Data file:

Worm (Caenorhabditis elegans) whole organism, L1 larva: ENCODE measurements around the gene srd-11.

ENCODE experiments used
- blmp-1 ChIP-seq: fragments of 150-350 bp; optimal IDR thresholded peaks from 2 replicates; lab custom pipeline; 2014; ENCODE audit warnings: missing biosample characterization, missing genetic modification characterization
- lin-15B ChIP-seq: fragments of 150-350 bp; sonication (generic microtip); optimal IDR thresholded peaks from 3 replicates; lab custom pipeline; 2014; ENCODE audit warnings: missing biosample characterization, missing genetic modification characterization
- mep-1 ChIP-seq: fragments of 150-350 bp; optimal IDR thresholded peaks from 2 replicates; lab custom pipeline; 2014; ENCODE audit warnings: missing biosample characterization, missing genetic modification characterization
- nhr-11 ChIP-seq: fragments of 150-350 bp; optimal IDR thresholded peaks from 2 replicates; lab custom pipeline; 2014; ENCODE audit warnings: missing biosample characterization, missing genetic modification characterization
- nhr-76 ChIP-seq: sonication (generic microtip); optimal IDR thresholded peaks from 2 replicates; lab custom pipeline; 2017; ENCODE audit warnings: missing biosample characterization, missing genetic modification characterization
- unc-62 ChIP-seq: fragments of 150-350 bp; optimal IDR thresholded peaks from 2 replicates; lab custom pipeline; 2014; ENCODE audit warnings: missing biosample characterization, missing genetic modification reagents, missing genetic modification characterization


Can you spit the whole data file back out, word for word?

Worm (Caenorhabditis elegans) whole organism, L1 larva: ENCODE measurements around the gene srd-11.

ENCODE experiments used
- blmp-1 ChIP-seq: fragments of 150-350 bp; optimal IDR thresholded peaks from 2 replicates; lab custom pipeline; 2014; ENCODE audit warnings: missing biosample characterization, missing genetic modification characterization
- lin-15B ChIP-seq: fragments of 150-350 bp; sonication (generic microtip); optimal IDR thresholded peaks from 3 replicates; lab custom pipeline; 2014; ENCODE audit warnings: missing biosample characterization, missing genetic modification characterization
- mep-1 ChIP-seq: fragments of 150-350 bp; optimal IDR thresholded peaks from 2 replicates; lab custom pipeline; 2014; ENCODE audit warnings: missing biosample characterization, missing genetic modification characterization
- nhr-11 ChIP-seq: fragments of 150-350 bp; optimal IDR thresholded peaks from 2 replicates; lab custom pipeline; 2014; ENCODE audit warnings: missing biosample characterization, missing genetic modification characterization
- nhr-76 ChIP-seq: sonication (generic microtip); optimal IDR thresholded peaks from 2 replicates; lab custom pipeline; 2017; ENCODE audit warnings: missing biosample characterization, missing genetic modification characterization
- unc-62 ChIP-seq: fragments of 150-350 bp; optimal IDR thresholded peaks from 2 replicates; lab custom pipeline; 2014; ENCODE audit warnings: missing biosample characterization, missing genetic modification reagents, missing genetic modification characterization